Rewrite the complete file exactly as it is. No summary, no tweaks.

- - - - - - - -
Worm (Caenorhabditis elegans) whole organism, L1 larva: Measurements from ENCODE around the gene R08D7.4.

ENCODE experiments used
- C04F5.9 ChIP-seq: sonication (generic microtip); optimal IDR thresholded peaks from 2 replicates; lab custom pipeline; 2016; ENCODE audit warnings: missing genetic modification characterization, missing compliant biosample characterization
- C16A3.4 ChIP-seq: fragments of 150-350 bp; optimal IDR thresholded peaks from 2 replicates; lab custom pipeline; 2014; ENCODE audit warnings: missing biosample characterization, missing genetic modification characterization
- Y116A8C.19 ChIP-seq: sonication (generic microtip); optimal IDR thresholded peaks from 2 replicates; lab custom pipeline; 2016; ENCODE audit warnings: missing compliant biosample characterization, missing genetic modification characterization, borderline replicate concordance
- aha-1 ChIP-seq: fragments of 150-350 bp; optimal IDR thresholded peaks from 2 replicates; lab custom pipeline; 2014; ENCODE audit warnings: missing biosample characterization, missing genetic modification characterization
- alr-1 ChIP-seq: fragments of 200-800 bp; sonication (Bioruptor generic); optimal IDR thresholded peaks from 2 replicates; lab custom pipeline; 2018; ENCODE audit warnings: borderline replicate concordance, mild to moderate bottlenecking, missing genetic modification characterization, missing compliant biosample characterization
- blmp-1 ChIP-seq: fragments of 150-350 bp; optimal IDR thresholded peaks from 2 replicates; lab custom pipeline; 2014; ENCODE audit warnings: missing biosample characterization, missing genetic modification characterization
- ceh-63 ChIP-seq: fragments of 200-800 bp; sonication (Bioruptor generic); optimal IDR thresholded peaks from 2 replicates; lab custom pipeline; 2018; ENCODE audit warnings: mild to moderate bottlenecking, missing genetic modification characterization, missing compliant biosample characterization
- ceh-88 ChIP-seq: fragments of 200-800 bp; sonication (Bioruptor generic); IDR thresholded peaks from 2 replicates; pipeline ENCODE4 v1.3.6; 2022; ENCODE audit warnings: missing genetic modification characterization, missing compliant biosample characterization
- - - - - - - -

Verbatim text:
Worm (Caenorhabditis elegans) whole organism, L1 larva: Measurements from ENCODE around the gene R08D7.4.

ENCODE experiments used
- C04F5.9 ChIP-seq: sonication (generic microtip); optimal IDR thresholded peaks from 2 replicates; lab custom pipeline; 2016; ENCODE audit warnings: missing genetic modification characterization, missing compliant biosample characterization
- C16A3.4 ChIP-seq: fragments of 150-350 bp; optimal IDR thresholded peaks from 2 replicates; lab custom pipeline; 2014; ENCODE audit warnings: missing biosample characterization, missing genetic modification characterization
- Y116A8C.19 ChIP-seq: sonication (generic microtip); optimal IDR thresholded peaks from 2 replicates; lab custom pipeline; 2016; ENCODE audit warnings: missing compliant biosample characterization, missing genetic modification characterization, borderline replicate concordance
- aha-1 ChIP-seq: fragments of 150-350 bp; optimal IDR thresholded peaks from 2 replicates; lab custom pipeline; 2014; ENCODE audit warnings: missing biosample characterization, missing genetic modification characterization
- alr-1 ChIP-seq: fragments of 200-800 bp; sonication (Bioruptor generic); optimal IDR thresholded peaks from 2 replicates; lab custom pipeline; 2018; ENCODE audit warnings: borderline replicate concordance, mild to moderate bottlenecking, missing genetic modification characterization, missing compliant biosample characterization
- blmp-1 ChIP-seq: fragments of 150-350 bp; optimal IDR thresholded peaks from 2 replicates; lab custom pipeline; 2014; ENCODE audit warnings: missing biosample characterization, missing genetic modification characterization
- ceh-63 ChIP-seq: fragments of 200-800 bp; sonication (Bioruptor generic); optimal IDR thresholded peaks from 2 replicates; lab custom pipeline; 2018; ENCODE audit warnings: mild to moderate bottlenecking, missing genetic modification characterization, missing compliant biosample characterization
- ceh-88 ChIP-seq: fragments of 200-800 bp; sonication (Bioruptor generic); IDR thresholded peaks from 2 replicates; pipeline ENCODE4 v1.3.6; 2022; ENCODE audit warnings: missing genetic modification characterization, missing compliant biosample characterization